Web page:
Hawai‘i AG Joins Coalition to Protect Haitian-Born Residents at Risk of Deportation
Hawaiʻi Attorney General Clare E. Connors joined a group of 21 State Attorneys General in challenging the Trump administration’s effort to revoke Temporary Protected Status for Haitian nationals.
According to the AGs, if the administration is allowed to move forward, Haitian TPS holders in the District and other states would lose their legal status, leaving them vulnerable to deportation.
In a friend-of-the-court brief filed in Saget v. Trump before the United States Court of Appeals for the Second Circuit, the attorneys general argue that the administration lacked a reasonable rationale for the move, saying it violates the Administrative Procedure Act.
The brief urges the Court of Appeals to affirm the lower court’s ruling and uphold a nationwide injunction against the termination “to prevent widespread harm in the Amici states.”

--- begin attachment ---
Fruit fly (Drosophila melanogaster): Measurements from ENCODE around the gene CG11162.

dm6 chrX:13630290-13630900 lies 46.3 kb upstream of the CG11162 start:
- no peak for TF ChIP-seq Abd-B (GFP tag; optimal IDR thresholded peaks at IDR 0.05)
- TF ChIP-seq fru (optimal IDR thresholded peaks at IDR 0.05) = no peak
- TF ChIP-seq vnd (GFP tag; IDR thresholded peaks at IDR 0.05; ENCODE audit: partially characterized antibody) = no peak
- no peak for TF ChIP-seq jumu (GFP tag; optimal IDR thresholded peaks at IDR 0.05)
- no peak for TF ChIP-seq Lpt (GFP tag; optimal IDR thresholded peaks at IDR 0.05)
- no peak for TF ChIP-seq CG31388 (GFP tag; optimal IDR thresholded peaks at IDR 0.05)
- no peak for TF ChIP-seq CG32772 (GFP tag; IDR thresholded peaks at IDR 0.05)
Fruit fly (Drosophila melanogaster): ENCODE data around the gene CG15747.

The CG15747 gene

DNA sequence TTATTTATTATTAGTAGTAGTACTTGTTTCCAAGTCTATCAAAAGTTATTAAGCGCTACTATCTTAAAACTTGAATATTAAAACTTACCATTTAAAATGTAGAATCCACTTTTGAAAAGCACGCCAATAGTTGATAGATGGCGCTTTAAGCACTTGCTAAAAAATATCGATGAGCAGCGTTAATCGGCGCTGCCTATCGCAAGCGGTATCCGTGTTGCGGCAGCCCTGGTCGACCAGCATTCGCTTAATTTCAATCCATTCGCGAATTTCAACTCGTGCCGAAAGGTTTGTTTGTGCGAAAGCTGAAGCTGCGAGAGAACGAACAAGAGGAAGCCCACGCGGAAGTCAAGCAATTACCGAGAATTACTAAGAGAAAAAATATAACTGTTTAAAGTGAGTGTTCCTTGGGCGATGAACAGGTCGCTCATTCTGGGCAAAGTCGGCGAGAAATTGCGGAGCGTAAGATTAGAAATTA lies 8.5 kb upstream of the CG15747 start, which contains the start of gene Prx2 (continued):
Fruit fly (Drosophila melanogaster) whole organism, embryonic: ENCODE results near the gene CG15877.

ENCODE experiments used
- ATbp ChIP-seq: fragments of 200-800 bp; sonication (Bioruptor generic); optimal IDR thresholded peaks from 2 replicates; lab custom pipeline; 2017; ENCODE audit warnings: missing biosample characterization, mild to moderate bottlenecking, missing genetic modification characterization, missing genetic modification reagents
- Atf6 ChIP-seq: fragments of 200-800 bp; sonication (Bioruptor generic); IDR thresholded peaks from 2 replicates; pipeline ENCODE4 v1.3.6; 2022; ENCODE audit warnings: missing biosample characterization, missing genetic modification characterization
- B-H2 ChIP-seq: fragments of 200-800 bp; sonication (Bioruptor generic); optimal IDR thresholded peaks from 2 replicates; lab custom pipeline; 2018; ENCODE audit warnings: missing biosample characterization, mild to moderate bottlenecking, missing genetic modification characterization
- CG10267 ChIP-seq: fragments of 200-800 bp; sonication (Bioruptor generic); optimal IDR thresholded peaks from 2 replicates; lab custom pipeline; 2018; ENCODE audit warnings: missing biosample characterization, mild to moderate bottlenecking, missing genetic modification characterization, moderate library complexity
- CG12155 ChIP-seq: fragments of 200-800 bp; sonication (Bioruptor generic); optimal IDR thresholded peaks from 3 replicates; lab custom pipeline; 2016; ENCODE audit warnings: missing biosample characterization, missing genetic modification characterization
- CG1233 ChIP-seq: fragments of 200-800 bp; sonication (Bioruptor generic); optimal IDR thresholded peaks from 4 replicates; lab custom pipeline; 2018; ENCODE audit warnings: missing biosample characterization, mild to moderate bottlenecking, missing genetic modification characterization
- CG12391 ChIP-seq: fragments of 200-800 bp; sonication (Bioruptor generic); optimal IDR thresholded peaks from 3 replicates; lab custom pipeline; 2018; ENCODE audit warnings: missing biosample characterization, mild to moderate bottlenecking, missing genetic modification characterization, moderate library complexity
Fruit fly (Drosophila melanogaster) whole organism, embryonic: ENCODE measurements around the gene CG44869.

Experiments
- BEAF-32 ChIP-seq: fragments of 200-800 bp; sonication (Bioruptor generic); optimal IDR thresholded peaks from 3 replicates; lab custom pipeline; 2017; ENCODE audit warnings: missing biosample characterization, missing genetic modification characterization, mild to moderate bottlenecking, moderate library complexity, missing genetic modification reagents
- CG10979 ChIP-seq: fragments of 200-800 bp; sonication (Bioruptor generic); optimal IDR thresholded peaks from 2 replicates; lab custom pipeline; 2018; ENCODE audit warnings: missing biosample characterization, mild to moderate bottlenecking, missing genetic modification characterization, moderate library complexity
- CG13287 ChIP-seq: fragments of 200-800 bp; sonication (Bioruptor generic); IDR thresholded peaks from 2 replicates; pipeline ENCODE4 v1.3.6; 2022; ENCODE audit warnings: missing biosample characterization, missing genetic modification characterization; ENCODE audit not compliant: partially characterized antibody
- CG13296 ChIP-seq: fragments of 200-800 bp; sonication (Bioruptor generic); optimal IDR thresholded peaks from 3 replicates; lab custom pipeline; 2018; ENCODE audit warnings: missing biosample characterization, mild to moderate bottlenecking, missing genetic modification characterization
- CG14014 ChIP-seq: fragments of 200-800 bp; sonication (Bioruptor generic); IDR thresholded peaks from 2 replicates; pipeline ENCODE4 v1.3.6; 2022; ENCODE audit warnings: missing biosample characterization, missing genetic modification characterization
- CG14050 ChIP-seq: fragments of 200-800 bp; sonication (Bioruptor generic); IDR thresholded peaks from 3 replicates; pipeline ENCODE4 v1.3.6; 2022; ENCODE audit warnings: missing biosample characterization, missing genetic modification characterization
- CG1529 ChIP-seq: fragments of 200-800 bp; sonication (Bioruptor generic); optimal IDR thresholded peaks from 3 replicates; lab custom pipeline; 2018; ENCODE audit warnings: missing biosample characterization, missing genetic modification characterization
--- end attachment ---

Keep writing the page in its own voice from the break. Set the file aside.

“The decision to terminate temporary protected status was made arbitrarily,” said Attorney General Connors. “It has a profoundly negative impact on individuals families, communities and our states, which is why it must be challenged.”
The Saget v. Trump lawsuit was initiated by the National Immigration Project of the National Lawyers Guild, along with several law firms, on behalf of a dozen plaintiffs, including individual Haitian TPS holders and Family Action Network Movement, Inc.
Haiti first received TPS designation after the devastating earthquake of 2010.
According to the AG, 9 percent of Haitian TPS holders are married to US citizens, and 27,000 American children have been born to these families.